Ultrasound-guided percutaneous biopsies are a safe and effective alternative to endoscopic biopsies for obtaining samples in the pancreas, a new study shows.
The study included 23 pancreatic biopsies in 22 patients. “We were able to obtain adequate samples in 22 of the 23 cases,” said Kedar Chintapalli, MD, professor of radiology at the University of Texas Health Science Center in San Antonio and lead author of the study. The ultrasound-guided biopsies can be performed with small needles or a biopsy gun inserted through the skin after local anesthesia. In 16 of the procedures a 20G fine-needle aspiration (FNA) needle was used; seven cases were performed with an 18G biopsy gun. “Unlike with CT, one can compress the intervening tissues under ultrasound, so that the skin to target distance is less. The entire procedure is performed under real-time ultrasound,” said Dr. Chintapalli. A pathology resident or fellow was available when the FNA cases were peformed to confirm that the sample was adequate. “Adequate samples were obtained by FNA needle and the larger biopsy gun. If we can get an adequate sample we should use a smaller needle,” he said.
In most cases (61%) a diagnosis was possible after two passes with the biopsy needle. There were no major complications. In 14 of the patients, malignancy was diagnosed; eight patients had benign results.
Keri Sperry | EurekAlert!
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University of Maryland researchers contribute to historic detection of gravitational waves and light created by event
On August 17, 2017, at 12:41:04 UTC, scientists made the first direct observation of a merger between two neutron stars--the dense, collapsed cores that remain...
Seven new papers describe the first-ever detection of light from a gravitational wave source. The event, caused by two neutron stars colliding and merging together, was dubbed GW170817 because it sent ripples through space-time that reached Earth on 2017 August 17. Around the world, hundreds of excited astronomers mobilized quickly and were able to observe the event using numerous telescopes, providing a wealth of new data.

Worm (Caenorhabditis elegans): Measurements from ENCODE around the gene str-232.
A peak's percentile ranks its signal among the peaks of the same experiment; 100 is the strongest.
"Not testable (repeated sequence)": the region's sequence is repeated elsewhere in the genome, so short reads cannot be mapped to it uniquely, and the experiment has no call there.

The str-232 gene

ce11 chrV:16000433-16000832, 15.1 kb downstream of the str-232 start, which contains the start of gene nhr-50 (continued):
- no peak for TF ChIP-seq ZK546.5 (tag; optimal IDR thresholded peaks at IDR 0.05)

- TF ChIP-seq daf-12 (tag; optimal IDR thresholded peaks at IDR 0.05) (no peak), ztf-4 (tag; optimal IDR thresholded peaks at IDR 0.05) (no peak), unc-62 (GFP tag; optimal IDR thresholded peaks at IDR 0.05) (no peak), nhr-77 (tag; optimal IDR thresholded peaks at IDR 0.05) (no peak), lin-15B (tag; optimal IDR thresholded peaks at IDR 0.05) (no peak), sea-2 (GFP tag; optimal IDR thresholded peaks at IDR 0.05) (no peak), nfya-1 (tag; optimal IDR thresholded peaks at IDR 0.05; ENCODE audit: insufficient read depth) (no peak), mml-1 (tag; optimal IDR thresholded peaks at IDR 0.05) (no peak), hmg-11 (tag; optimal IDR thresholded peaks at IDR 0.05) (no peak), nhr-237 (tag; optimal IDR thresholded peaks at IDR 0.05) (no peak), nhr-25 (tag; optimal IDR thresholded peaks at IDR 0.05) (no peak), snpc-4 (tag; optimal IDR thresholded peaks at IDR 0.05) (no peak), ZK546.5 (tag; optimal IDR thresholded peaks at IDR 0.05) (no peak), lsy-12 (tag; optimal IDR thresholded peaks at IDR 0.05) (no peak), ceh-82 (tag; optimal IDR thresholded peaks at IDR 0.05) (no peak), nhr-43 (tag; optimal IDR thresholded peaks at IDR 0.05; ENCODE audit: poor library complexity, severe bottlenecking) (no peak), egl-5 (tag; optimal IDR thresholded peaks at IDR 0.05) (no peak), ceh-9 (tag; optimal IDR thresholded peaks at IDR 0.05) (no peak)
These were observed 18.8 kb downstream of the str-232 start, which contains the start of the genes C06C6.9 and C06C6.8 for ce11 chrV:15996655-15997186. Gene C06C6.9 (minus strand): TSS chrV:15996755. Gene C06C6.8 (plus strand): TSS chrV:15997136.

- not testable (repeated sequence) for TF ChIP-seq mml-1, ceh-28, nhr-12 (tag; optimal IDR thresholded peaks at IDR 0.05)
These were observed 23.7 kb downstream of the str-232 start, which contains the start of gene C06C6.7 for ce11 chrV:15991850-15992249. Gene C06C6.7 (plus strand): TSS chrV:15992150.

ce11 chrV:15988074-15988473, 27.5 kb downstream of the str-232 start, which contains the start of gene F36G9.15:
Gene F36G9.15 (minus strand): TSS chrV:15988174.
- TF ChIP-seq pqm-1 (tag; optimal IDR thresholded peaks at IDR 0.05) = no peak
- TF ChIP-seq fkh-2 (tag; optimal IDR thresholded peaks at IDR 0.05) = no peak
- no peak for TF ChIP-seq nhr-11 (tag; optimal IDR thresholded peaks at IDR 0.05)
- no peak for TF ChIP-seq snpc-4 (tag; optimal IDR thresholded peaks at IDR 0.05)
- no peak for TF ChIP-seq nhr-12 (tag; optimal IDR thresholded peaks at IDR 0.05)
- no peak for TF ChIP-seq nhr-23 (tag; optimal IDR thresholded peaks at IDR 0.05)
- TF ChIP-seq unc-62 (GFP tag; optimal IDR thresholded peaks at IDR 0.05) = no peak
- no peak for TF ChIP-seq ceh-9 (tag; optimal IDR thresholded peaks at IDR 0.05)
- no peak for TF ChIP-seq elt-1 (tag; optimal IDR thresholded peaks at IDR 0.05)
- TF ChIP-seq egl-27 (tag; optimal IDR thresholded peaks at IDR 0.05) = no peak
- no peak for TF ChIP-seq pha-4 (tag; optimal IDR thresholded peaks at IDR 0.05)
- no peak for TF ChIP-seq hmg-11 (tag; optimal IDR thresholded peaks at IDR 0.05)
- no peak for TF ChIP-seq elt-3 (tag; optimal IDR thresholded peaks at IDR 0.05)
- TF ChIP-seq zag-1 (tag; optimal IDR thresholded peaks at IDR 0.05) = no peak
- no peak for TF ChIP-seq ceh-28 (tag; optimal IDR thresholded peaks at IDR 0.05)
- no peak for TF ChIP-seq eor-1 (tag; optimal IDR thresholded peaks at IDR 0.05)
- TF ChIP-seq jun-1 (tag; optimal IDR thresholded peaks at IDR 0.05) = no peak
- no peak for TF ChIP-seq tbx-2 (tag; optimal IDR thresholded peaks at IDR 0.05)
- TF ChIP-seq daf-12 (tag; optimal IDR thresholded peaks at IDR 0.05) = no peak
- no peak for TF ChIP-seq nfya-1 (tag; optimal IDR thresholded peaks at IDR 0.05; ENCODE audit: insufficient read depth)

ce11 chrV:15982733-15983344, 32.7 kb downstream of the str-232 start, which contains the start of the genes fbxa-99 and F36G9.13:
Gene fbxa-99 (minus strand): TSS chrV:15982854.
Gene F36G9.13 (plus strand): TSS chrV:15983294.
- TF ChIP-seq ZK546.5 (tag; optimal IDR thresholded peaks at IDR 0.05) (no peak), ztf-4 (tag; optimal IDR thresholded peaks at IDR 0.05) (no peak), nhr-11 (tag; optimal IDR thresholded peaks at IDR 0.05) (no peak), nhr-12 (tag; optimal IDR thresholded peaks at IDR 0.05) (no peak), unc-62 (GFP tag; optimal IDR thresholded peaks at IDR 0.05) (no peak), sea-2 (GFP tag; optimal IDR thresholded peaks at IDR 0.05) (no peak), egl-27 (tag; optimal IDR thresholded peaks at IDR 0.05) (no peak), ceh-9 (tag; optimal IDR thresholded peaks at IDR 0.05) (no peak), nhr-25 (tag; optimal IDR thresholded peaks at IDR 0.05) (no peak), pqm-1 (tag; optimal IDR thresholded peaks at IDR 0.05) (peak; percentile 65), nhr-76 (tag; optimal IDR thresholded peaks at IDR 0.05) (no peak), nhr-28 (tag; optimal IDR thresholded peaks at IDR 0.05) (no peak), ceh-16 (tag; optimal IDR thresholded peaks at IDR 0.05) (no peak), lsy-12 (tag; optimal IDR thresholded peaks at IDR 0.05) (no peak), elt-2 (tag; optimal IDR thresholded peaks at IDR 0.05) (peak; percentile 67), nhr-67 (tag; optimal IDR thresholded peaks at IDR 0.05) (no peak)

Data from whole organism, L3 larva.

Previous detections of gravitational waves have all involved the merger of two black holes, a feat that won the 2017 Nobel Prize in Physics earlier this month....
Material defects in end products can quickly result in failures in many areas of industry, and have a massive impact on the safe use of their products. This is why, in the field of quality assurance, intelligent, nondestructive sensor systems play a key role. They allow testing components and parts in a rapid and cost-efficient manner without destroying the actual product or changing its surface. Experts from the Fraunhofer IZFP in Saarbrücken will be presenting two exhibits at the Blechexpo in Stuttgart from 7–10 November 2017 that allow fast, reliable, and automated characterization of materials and detection of defects (Hall 5, Booth 5306).
When quality testing uses time-consuming destructive test methods, it can result in enormous costs due to damaging or destroying the products. And given that...
Using a new cooling technique MPQ scientists succeed at observing collisions in a dense beam of cold and slow dipolar molecules.
How do chemical reactions proceed at extremely low temperatures? The answer requires the investigation of molecular samples that are cold, dense, and slow at...
Scientists from the Max Planck Institute of Quantum Optics, using high precision laser spectroscopy of atomic hydrogen, confirm the surprisingly small value of the proton radius determined from muonic hydrogen.
It was one of the breakthroughs of the year 2010: Laser spectroscopy of muonic hydrogen resulted in a value for the proton charge radius that was significantly...
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